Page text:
By: Michael Campbell | Twitter: @itsthesoup
Posted: September 24, 2019 | 5:05 p.m.
Updated: September 25, 2019 | 11:48 a.m.
Editor’s Note: The story has been updated to include comments from Donald Hunter, chairman of the board of supervisors, Daniel Whitten, county attorney, and his legal representation William Dinkin.
PRINCE GEORGE – Daniel Whitten, Prince George County’s new attorney has been charged with several misdemeanors by a special grand jury in connection with an ongoing investigation in Warren County in the northern reaches of the state.
According to Virginia State Police Sgt. Brent Coffey, Whitten, who served as Warren County’s former county attorney before being hired by Prince George last month, is among 14 people who received misdemeanor charges in connection with an ongoing investigation into the Front Royal-Warren County Economic Development Authority, with all of the parties being charged with “two counts of misfeasance and one count of nonfeasance based on the individuals’ knowledge of and inaction of the EDA’s mismanagement of funds.”
The investigation, which was conducted at the request of the Front Royal Police Department, dates back to August of 2018 as Virginia State Police’s Bureau of Criminal Investigation office out of Culpeper began looking at the business practices of the EDA. According to Coffey, since the spring of this year, multi-jurisdictional grand juries have handed down nearly three dozen felony indictments against Front Royal resident Jennifer McDonald, a former EDA employee, including multiple counts of embezzlement, obtaining money under false pretenses, and conducting an unlawful transaction. She was released on bond in July.
According to Coffey, all but one of the 14 individuals charged by the special Warren County grand jury turned themselves in to Virginia State Police Tuesday and went before the magistrate, who released each of them on a personal recognizance bond.
The lone individual who did not turn themselves in Tuesday was Whitten, who is expected to meet with the magistrate and state police on Wednesday, Coffey confirmed.
When contacted, the Warren County Commonwealth’s Attorney’s Office declined to comment on the case.
Whitten, who lives in Front Royal, was unanimously voted to be the county’s next attorney by the Prince George Board of Supervisors during their August 13 meeting following the retirement of Steven Micas, the county’s longtime legal representative. According to the county at the time of his hire, Whitten was the chosen candidate to move into the role out of 11 applicants to the position and would start working for the county on September 16, earning a salary of $117,300.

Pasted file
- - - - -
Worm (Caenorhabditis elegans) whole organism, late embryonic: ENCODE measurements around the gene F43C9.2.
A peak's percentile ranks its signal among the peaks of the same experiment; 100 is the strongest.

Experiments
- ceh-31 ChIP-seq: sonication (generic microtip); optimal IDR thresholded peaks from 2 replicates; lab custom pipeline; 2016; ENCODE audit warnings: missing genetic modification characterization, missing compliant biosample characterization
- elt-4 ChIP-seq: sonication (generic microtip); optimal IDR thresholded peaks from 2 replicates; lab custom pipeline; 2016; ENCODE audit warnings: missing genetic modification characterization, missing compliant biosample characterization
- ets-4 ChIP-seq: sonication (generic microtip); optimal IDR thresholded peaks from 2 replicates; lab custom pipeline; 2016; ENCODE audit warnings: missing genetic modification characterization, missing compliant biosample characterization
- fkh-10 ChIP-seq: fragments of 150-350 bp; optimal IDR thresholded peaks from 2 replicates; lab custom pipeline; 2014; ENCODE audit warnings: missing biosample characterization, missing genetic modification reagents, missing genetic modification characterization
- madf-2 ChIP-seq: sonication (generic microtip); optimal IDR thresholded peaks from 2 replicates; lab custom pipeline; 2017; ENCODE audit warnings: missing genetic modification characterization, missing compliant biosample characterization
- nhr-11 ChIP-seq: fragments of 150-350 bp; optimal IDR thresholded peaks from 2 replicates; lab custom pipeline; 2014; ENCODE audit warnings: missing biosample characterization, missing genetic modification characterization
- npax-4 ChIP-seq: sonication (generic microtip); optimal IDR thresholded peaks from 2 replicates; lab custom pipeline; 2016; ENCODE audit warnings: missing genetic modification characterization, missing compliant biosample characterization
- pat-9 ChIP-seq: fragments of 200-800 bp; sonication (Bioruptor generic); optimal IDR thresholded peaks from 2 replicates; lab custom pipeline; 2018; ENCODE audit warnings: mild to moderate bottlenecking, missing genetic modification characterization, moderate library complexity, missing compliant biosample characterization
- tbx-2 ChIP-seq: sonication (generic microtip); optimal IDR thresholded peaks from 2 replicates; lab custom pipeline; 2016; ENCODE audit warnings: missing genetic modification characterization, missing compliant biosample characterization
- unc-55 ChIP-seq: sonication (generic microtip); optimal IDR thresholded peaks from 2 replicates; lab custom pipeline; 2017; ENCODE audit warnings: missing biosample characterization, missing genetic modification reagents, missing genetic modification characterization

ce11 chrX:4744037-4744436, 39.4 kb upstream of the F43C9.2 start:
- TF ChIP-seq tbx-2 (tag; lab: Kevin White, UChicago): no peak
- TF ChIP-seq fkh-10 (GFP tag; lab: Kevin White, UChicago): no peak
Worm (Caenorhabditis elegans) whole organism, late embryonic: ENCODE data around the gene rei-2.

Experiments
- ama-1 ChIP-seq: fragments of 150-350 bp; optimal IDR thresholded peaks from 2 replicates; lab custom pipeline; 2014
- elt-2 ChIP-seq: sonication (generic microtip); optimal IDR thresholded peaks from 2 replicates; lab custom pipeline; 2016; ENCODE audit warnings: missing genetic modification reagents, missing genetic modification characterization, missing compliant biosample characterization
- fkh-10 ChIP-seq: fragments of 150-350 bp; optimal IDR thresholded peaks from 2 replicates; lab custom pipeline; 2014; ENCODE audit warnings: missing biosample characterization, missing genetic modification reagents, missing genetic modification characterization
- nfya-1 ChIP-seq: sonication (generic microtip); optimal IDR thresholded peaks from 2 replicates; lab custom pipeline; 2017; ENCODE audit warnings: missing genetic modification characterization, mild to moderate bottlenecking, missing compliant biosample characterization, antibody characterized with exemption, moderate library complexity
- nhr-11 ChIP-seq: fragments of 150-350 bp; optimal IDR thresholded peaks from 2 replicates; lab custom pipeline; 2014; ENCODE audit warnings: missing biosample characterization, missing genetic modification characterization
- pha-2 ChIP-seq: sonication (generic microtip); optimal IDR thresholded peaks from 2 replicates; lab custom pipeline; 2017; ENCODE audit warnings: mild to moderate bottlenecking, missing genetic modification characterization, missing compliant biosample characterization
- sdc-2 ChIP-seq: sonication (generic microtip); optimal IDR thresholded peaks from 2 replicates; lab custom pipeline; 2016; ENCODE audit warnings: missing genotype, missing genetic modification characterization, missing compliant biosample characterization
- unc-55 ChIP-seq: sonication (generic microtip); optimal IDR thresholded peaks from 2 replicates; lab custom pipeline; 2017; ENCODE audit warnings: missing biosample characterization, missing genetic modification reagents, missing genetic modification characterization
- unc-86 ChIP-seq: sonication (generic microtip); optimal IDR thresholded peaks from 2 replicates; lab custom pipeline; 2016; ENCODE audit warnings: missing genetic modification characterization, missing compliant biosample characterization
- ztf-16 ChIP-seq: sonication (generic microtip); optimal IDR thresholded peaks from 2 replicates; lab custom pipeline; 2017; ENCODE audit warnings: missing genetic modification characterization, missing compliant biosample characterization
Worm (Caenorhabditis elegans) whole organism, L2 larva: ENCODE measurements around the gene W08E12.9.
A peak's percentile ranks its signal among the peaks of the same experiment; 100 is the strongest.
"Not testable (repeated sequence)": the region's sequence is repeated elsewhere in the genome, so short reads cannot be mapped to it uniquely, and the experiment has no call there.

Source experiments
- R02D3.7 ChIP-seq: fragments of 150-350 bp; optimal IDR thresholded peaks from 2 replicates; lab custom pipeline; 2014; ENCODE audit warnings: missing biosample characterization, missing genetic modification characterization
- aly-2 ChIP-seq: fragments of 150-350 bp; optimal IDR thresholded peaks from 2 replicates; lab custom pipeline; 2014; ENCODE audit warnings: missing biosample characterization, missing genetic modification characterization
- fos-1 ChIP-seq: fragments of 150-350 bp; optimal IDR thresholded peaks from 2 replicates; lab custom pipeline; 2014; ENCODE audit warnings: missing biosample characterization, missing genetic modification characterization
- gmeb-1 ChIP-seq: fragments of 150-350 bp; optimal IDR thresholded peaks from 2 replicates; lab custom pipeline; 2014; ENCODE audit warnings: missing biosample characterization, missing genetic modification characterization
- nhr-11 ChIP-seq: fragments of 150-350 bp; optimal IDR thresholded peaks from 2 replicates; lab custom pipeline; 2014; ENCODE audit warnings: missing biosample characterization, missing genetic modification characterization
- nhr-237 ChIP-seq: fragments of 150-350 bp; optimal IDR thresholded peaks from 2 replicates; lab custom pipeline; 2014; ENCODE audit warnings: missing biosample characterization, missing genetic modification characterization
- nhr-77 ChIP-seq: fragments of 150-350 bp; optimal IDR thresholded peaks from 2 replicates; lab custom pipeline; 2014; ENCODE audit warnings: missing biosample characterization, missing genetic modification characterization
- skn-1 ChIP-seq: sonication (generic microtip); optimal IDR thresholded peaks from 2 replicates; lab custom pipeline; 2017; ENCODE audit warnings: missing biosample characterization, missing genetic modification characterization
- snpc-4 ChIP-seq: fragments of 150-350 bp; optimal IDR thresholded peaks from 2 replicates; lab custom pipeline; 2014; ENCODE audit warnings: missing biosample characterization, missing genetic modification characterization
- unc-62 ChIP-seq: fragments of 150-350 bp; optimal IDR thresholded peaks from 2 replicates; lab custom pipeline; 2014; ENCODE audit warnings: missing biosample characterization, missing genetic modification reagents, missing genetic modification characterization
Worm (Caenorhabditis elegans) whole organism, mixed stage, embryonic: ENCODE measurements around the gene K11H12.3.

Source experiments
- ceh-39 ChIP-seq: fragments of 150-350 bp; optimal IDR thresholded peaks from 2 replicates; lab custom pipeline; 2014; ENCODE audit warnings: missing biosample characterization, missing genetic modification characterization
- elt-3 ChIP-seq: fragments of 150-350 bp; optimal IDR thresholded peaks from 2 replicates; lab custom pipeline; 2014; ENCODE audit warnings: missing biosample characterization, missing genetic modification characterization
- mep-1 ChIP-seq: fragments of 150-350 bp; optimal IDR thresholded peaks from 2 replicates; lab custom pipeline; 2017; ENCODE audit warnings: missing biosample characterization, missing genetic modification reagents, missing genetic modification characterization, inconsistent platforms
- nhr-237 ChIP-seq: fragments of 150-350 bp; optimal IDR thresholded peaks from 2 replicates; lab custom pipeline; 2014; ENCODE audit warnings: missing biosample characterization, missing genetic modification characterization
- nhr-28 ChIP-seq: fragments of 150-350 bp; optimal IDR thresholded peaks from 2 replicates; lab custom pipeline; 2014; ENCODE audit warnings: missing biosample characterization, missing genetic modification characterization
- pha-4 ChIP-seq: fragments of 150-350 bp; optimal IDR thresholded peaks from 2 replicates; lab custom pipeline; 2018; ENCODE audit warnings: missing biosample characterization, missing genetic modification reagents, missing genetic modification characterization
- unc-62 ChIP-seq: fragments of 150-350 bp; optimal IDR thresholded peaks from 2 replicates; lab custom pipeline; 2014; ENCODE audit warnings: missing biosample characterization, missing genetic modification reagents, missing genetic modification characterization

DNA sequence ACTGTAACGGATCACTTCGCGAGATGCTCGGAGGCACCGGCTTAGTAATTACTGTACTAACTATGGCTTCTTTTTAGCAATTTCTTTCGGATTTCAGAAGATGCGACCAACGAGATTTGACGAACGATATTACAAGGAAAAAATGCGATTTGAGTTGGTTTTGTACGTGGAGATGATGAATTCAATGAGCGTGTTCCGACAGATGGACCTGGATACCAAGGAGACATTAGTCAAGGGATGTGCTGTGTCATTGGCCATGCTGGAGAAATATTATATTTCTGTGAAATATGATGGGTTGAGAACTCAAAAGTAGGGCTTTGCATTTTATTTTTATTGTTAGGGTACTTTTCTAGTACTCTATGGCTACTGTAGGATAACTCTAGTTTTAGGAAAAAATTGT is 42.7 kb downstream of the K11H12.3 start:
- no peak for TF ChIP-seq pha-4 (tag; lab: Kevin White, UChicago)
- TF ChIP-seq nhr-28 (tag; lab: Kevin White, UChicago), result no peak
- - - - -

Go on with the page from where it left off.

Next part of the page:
“His approach to public service is exactly what we are looking for in our County Attorney,” Prince George Board Chairman Donald Hunter said of Whitten in August following his unanimous selection to succeed Micas as county attorney. “He has excellent credentials. He has broad local government experience that easily prepares him for the challenges facing our government operations on a daily basis. We expect the transition to be a smooth one.”
The role of county attorney is one of three that reports directly to the Prince George County Board of Supervisors, the other two being the positions of county administrator and the county clerk to the board. In an interview, Supervisors Chairman Hunter said he and his fellow board members are expected to hear about the matter during the closed session portion of their meeting Tuesday evening, with that session beginning at 5 p.m.
Following their executive session, Hunter, when approached for comment, said he and the board were unable to discuss the matter.
“We were made aware of the situation and advised not to make any comment,” the chairman remarked. “The board has no comment on it and those requesting comment can give [Whitten] a call.”
Tuesday was the first regular meeting of the Prince George Board of Supervisors for Whitten in his capacity as county attorney. When asked about the charges out of Warren County and if they will present any sort of distraction in the execution of his duties to Prince George, he also declined to comment.
“I have hired legal counsel so, on the advice of legal counsel, I don’t have any comment at this point,” he said, adding he has retained attorney William Dinkin out of Richmond in the case. In an interview, while he couldn’t go into detail, Dinkin said he found the charges to be “unusual” and that it is his understanding that Whitten was “instrumental” in helping bring the alleged embezzlement involving McDonald to the surface.
“It is my understanding that Mr. Whitten’s actions in connection with this McDonald embezzlement were just the opposite of the allegations in the indictments,” Dinkin said. “He was instrumental in initiating the investigation into McDonald’s conduct and vigorously pursuing the matter, doing what he could to protect the interests of the county and the EDA.”
The matter was not discussed during Tuesday’s open session, with Whitten serving to only provide reports to supervisors on the county’s noise ordinance and how it correlates to barking dog complaints and the county’s efforts to recover costs related to opioid addiction responses through litigation of those involved in the opioid production process.